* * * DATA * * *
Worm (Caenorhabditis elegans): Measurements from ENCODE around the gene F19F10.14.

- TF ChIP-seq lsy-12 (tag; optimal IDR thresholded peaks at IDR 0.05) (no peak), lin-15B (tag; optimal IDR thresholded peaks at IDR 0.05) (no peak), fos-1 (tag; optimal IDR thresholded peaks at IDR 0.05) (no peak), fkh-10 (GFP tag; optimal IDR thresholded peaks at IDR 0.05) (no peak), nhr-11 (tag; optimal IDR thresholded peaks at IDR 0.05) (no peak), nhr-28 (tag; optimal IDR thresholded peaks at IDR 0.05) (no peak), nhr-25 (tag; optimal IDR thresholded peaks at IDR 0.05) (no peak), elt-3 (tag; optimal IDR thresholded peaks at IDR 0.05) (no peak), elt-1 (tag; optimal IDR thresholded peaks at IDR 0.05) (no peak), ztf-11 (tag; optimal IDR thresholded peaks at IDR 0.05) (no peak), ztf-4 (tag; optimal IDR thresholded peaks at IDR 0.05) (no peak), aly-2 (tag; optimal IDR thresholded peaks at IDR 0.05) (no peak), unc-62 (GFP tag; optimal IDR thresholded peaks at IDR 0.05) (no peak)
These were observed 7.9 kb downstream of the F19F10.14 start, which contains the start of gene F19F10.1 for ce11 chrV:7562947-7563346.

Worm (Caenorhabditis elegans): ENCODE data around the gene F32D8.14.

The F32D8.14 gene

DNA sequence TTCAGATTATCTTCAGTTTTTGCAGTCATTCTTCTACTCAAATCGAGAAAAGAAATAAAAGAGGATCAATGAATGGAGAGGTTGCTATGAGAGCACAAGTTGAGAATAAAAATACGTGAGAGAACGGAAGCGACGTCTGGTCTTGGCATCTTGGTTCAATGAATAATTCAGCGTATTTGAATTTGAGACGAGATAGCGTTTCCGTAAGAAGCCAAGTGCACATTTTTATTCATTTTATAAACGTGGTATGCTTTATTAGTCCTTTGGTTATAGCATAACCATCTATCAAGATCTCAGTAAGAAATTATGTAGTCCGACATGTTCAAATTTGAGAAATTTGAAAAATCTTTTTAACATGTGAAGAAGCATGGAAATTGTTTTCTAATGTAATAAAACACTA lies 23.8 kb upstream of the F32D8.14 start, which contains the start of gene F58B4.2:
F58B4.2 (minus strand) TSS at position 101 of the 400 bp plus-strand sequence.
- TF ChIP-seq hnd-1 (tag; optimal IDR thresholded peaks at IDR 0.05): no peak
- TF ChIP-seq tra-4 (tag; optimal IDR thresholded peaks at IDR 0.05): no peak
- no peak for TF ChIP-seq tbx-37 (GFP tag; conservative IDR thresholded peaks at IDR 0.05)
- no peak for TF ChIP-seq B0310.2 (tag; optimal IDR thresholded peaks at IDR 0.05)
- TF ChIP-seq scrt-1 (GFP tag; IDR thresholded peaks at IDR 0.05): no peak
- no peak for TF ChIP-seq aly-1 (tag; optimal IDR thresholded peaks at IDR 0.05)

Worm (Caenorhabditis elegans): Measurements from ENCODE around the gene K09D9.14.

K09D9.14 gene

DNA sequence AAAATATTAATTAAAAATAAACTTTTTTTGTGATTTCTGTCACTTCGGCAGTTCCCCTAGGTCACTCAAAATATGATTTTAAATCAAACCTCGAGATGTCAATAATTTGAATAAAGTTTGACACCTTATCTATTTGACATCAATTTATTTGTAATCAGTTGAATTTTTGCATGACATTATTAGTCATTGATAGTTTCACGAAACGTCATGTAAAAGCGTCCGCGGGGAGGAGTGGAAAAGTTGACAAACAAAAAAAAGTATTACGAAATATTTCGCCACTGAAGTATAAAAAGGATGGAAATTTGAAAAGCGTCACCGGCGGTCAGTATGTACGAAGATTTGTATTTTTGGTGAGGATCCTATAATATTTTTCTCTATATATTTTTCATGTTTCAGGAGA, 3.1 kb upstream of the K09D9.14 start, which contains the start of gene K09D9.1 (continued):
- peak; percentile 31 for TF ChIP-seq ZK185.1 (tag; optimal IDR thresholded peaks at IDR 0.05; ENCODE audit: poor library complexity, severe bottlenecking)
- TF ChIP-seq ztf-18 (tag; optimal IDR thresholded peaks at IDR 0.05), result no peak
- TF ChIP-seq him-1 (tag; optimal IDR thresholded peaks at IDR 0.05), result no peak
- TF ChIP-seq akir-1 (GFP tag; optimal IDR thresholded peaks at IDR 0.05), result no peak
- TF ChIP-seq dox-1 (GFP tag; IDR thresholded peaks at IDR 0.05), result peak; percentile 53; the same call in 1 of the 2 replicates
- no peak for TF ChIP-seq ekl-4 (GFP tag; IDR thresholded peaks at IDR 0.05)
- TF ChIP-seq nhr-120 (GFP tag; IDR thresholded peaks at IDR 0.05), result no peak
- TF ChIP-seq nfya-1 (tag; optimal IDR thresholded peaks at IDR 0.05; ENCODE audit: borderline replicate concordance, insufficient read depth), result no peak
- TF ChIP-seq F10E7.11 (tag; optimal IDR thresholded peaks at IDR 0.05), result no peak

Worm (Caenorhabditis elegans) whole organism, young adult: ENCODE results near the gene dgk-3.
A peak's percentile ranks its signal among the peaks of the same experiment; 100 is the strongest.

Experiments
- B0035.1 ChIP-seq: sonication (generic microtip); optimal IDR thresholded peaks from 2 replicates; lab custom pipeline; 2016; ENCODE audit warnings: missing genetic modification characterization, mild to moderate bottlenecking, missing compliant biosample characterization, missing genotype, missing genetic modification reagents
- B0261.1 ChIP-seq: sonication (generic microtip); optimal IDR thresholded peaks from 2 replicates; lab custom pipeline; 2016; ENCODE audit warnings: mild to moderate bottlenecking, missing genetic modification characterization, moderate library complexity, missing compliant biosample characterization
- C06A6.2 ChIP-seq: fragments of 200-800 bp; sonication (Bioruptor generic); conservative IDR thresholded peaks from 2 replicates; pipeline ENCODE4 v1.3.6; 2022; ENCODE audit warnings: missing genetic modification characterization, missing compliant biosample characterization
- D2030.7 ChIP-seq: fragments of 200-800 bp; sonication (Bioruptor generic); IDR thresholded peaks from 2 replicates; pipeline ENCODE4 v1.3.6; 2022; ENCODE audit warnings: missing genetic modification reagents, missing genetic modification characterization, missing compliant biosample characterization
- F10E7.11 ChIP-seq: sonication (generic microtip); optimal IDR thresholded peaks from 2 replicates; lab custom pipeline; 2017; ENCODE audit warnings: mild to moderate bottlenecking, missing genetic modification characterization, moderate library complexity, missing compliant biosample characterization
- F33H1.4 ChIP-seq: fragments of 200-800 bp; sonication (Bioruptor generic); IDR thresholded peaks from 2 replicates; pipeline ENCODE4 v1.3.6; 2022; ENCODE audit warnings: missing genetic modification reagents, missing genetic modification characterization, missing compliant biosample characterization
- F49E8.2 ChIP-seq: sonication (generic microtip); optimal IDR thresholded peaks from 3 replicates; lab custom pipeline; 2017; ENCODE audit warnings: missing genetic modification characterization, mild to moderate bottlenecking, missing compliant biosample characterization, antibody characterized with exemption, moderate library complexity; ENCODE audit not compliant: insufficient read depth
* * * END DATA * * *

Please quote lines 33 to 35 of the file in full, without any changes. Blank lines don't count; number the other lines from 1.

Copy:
- F10E7.11 ChIP-seq: sonication (generic microtip); optimal IDR thresholded peaks from 2 replicates; lab custom pipeline; 2017; ENCODE audit warnings: mild to moderate bottlenecking, missing genetic modification characterization, moderate library complexity, missing compliant biosample characterization
- F33H1.4 ChIP-seq: fragments of 200-800 bp; sonication (Bioruptor generic); IDR thresholded peaks from 2 replicates; pipeline ENCODE4 v1.3.6; 2022; ENCODE audit warnings: missing genetic modification reagents, missing genetic modification characterization, missing compliant biosample characterization
- F49E8.2 ChIP-seq: sonication (generic microtip); optimal IDR thresholded peaks from 3 replicates; lab custom pipeline; 2017; ENCODE audit warnings: missing genetic modification characterization, mild to moderate bottlenecking, missing compliant biosample characterization, antibody characterized with exemption, moderate library complexity; ENCODE audit not compliant: insufficient read depth